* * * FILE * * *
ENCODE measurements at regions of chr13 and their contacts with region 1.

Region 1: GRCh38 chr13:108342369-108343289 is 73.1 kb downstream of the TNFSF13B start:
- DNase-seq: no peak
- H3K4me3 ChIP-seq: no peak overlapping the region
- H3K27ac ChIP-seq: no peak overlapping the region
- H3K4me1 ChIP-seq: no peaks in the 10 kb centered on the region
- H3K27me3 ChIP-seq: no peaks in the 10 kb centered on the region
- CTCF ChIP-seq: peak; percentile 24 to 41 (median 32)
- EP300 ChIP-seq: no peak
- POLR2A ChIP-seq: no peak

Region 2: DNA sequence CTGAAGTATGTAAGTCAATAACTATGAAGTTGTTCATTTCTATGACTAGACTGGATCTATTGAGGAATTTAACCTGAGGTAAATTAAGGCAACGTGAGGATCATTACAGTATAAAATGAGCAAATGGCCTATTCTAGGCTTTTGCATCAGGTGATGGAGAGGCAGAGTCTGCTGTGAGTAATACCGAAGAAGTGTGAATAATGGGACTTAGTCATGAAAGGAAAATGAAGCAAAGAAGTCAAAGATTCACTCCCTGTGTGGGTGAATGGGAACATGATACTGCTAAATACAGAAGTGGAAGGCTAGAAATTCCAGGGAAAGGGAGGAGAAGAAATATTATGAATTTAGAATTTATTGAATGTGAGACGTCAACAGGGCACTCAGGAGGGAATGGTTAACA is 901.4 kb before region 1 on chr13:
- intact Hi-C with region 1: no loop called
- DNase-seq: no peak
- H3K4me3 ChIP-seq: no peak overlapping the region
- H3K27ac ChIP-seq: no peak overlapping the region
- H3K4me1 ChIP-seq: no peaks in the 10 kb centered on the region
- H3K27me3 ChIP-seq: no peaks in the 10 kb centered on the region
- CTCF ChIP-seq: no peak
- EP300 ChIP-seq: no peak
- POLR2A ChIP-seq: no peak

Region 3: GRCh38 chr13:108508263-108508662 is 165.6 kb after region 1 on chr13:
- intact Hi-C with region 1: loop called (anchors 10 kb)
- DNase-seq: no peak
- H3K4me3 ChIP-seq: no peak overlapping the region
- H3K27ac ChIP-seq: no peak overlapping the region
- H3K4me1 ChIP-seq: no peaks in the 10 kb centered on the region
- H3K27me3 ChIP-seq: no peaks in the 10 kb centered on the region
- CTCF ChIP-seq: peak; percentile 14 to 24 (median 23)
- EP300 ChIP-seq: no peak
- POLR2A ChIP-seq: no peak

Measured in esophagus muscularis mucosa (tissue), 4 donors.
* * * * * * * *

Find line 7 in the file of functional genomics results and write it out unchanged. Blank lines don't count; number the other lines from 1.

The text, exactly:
- H3K27me3 ChIP-seq: no peaks in the 10 kb centered on the region